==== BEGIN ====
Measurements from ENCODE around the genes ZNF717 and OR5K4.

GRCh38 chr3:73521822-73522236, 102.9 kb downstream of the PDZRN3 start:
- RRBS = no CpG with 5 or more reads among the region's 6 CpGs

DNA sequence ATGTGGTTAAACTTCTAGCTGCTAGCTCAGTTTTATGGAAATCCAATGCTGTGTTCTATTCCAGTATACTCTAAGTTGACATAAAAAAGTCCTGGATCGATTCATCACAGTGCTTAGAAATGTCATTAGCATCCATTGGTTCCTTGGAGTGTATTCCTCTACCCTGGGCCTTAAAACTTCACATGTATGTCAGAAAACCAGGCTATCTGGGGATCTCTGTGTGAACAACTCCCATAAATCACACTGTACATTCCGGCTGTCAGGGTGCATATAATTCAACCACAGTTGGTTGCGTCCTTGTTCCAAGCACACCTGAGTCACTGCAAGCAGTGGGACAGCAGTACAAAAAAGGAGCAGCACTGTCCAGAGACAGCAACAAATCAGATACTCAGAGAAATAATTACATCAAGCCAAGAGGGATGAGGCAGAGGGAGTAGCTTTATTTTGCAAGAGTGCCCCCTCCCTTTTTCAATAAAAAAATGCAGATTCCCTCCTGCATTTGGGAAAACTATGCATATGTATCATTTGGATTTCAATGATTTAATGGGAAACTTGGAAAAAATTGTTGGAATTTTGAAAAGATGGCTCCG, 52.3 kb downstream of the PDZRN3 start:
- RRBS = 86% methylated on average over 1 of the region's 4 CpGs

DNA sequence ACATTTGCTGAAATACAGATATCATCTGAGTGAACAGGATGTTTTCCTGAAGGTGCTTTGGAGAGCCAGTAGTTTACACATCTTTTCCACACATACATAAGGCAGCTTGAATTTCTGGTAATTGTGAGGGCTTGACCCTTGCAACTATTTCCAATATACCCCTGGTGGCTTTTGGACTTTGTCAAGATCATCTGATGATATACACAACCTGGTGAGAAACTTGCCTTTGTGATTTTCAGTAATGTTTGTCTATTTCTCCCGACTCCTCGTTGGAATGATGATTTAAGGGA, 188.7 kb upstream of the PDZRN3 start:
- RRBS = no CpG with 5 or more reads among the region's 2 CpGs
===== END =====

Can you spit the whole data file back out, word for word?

Measurements from ENCODE around the genes ZNF717 and OR5K4.

GRCh38 chr3:73521822-73522236, 102.9 kb downstream of the PDZRN3 start:
- RRBS = no CpG with 5 or more reads among the region's 6 CpGs

DNA sequence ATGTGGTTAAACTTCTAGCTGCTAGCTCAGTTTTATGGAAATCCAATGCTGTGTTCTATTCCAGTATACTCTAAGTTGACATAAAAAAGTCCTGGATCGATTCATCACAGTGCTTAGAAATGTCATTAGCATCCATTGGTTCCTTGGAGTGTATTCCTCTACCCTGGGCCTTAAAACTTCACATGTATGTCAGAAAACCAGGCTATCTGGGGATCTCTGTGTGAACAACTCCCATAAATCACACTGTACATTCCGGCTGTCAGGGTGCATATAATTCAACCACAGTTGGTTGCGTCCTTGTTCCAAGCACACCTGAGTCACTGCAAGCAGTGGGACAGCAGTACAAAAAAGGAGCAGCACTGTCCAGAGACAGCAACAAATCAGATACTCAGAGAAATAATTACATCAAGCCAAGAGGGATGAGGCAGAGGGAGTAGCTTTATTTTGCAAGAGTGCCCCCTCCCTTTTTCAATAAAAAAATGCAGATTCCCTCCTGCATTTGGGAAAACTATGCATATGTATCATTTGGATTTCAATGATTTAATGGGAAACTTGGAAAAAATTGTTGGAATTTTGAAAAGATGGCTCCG, 52.3 kb downstream of the PDZRN3 start:
- RRBS = 86% methylated on average over 1 of the region's 4 CpGs

DNA sequence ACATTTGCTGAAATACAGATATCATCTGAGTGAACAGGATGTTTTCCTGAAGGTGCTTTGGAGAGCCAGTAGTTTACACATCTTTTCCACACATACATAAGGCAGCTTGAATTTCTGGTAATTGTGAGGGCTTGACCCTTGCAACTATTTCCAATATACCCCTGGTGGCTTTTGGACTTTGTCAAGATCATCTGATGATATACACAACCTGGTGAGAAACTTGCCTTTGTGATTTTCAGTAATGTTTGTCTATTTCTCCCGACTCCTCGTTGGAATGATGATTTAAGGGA, 188.7 kb upstream of the PDZRN3 start:
- RRBS = no CpG with 5 or more reads among the region's 2 CpGs